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Your Worry Window

By: Michael Blankenship |

“When we are no longer able to change a situation, we are challenged to change ourselves.” 

~ Victor Frankl

What is “optimism”?

Most people think it’s just about being happy, or pretending that things are not so bad, when actually they are. 

Like, if you lose your job, the expectation of someone with a positive mindset is to just smile and wake up the next day as if this is what life is supposed to be. Or if a relationship ends, you’re supposed to keep up with your routine as if nothing significant happened.

Another aspect of this misunderstanding is the belief that positivity equates to passivity – that it means accepting every situation without trying to change it.

But true positivity is about maintaining hope and a positive outlook while being realistically aware of the challenges and potential obstacles. 

A key aspect of this mindset is viewing challenges not merely as obstacles but as opportunities for learning and growth. People with this outlook believe that difficult experiences have something to teach them.

A lost job could lead to the discovery of a passion that turns into a career. A broken relationship might make room for self-discovery and deeper connections in the future.

Positivity is supposed to encourage us to be proactive, to seek solutions, and to grow from our experiences.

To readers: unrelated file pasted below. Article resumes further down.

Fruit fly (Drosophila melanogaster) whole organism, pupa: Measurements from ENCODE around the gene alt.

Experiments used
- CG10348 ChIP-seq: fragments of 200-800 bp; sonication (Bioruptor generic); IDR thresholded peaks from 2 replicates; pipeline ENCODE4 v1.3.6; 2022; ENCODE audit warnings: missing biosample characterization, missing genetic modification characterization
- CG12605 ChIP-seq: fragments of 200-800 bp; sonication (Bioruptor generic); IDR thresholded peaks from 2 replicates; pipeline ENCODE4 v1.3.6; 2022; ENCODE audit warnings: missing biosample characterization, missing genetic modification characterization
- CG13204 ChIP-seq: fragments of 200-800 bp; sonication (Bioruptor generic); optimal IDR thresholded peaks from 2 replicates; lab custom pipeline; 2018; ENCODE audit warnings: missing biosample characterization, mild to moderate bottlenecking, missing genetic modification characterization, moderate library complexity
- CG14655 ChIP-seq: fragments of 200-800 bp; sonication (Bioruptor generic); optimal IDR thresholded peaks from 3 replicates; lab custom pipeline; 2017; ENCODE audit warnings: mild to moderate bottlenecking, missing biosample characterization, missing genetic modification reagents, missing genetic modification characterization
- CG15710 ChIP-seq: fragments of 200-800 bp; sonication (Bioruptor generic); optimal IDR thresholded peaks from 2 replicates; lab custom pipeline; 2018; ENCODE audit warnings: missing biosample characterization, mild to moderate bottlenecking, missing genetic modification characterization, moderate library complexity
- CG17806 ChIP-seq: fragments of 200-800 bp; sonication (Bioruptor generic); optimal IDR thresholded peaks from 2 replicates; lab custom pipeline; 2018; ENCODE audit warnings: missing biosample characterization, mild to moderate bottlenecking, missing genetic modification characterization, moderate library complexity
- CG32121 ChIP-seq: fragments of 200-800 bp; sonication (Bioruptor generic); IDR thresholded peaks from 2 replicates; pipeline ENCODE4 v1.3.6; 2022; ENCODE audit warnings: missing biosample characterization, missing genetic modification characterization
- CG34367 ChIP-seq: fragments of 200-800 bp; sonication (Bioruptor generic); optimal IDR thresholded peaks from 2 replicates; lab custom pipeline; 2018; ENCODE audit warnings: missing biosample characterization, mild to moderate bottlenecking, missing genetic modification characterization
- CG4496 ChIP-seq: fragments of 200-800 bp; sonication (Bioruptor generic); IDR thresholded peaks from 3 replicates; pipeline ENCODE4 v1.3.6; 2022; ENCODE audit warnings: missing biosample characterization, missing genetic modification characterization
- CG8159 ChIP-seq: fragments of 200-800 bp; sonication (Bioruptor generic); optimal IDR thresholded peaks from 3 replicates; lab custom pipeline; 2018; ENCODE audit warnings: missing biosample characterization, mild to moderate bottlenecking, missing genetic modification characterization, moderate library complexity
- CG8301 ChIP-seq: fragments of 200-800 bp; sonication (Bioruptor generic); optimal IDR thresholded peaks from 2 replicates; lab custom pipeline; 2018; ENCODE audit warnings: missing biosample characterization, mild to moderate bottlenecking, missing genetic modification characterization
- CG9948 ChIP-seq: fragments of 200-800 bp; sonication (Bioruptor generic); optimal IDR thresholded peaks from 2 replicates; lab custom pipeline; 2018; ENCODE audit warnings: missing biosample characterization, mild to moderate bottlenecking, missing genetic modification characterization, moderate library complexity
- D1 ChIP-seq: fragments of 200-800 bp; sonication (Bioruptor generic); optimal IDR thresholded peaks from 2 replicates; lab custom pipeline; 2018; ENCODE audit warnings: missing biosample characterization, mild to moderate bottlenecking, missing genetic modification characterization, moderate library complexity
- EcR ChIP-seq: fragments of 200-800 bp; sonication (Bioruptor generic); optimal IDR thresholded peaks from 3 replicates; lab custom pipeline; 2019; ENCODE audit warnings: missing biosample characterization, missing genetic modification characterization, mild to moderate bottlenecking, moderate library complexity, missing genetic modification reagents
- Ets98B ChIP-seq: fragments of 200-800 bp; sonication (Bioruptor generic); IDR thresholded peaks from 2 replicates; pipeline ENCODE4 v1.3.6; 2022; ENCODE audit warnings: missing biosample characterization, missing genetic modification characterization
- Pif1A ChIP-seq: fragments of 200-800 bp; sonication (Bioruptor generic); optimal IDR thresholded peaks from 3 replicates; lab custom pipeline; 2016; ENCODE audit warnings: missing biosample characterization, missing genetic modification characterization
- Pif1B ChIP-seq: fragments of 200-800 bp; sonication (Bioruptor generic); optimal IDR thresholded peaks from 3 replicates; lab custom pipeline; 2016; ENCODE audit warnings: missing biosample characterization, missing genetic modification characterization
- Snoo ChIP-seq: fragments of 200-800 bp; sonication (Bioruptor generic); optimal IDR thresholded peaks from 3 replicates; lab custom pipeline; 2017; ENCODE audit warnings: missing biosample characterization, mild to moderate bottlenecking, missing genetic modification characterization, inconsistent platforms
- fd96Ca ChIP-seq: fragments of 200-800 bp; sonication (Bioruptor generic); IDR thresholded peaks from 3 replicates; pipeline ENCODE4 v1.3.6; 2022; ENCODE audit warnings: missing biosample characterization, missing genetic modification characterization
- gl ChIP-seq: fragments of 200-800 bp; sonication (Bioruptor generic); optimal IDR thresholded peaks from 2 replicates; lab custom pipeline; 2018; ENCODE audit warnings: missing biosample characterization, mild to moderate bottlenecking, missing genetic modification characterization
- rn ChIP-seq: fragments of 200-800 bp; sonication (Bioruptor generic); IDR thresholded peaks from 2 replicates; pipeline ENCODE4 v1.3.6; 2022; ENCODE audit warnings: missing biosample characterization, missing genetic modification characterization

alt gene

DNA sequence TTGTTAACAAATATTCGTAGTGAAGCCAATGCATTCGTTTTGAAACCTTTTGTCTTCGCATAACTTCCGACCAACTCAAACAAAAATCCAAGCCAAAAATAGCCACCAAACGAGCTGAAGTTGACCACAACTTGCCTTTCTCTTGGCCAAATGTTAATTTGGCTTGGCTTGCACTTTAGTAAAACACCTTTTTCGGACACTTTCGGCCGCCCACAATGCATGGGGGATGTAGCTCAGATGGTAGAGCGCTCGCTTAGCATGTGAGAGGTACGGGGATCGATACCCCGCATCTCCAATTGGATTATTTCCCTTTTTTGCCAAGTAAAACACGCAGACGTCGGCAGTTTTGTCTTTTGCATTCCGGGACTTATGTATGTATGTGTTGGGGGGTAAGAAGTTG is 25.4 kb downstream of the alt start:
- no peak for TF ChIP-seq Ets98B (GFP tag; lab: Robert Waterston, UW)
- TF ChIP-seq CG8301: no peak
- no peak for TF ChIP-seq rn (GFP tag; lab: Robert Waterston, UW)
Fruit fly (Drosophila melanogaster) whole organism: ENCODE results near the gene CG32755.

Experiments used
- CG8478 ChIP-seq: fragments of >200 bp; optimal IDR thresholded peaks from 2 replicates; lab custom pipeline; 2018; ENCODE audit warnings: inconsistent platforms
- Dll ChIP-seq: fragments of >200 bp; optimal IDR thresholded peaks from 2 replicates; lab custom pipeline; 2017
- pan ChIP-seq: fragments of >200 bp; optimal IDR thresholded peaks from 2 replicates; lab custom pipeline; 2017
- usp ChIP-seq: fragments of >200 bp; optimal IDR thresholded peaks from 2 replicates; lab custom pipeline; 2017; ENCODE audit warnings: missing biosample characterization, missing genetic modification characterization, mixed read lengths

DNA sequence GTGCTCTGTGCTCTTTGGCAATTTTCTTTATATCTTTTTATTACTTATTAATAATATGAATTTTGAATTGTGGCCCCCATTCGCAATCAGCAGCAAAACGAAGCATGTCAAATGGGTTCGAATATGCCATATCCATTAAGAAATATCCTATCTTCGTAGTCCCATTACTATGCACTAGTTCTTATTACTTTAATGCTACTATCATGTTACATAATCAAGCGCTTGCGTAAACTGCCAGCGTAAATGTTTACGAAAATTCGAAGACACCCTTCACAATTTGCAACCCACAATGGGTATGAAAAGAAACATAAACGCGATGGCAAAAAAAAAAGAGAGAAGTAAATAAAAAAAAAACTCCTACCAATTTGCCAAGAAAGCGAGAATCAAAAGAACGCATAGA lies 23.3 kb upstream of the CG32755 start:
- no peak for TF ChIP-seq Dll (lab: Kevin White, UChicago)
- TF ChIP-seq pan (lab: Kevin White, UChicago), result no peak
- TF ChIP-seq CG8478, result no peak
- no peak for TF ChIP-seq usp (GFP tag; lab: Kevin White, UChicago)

It’s easier said than done. It takes practice and awareness. And the best way I’ve found to deal is — creating a ‘worry window,’ clubbed with a problem-solving ritual.

I allocate a specific time each day, say 15 minutes, to focus on my worries or challenges. During this ‘worry window’, I allow myself to fully delve into my concerns, write them down, or think through possible solutions. Outside of this time, whenever worries arise, I remind myself to postpone them until the next scheduled worry window. This practice helps in managing anxiety and keeps worries from overwhelming your day.

And then to make progress towards solving the problem, I use a problem-solving ritual. For example, every time I face a challenge, I block half an hour after breakfast and sit down with a notebook. I write down the problem in clear terms. Then, I brainstorm possible solutions or steps I can take, no matter how small. Finally, I choose one actionable step that I can implement immediately. This ritual turns vague worries into concrete actions. 

Let’s break up with the ‘smile and bear it’ approach and welcome a more genuine, proactive form of positivity into our lives.

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